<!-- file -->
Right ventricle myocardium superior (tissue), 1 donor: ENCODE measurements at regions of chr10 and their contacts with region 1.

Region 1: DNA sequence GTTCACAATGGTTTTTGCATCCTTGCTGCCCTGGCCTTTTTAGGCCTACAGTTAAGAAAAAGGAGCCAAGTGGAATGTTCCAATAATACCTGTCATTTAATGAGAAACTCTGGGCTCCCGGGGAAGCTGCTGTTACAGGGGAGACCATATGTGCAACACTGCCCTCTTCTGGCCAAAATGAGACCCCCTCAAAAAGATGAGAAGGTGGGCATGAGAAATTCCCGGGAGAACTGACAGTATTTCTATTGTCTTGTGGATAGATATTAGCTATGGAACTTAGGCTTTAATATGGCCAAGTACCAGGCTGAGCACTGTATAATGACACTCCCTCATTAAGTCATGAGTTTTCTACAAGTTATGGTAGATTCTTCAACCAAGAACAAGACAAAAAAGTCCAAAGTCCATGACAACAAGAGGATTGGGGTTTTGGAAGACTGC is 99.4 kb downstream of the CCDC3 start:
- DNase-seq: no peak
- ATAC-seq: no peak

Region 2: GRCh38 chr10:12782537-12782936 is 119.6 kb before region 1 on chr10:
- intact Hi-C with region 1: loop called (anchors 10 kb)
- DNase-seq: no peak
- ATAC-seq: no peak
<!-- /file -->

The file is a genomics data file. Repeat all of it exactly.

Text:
Right ventricle myocardium superior (tissue), 1 donor: ENCODE measurements at regions of chr10 and their contacts with region 1.

Region 1: DNA sequence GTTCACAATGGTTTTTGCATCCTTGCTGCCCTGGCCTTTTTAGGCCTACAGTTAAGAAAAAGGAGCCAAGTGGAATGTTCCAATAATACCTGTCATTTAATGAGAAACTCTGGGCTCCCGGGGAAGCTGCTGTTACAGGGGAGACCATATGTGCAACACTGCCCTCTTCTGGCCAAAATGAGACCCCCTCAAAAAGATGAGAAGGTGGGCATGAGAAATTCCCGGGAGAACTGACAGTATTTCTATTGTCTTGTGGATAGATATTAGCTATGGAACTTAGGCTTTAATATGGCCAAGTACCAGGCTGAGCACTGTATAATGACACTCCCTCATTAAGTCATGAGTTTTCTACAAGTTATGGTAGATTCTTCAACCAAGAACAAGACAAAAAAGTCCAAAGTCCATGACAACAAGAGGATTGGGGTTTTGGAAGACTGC is 99.4 kb downstream of the CCDC3 start:
- DNase-seq: no peak
- ATAC-seq: no peak

Region 2: GRCh38 chr10:12782537-12782936 is 119.6 kb before region 1 on chr10:
- intact Hi-C with region 1: loop called (anchors 10 kb)
- DNase-seq: no peak
- ATAC-seq: no peak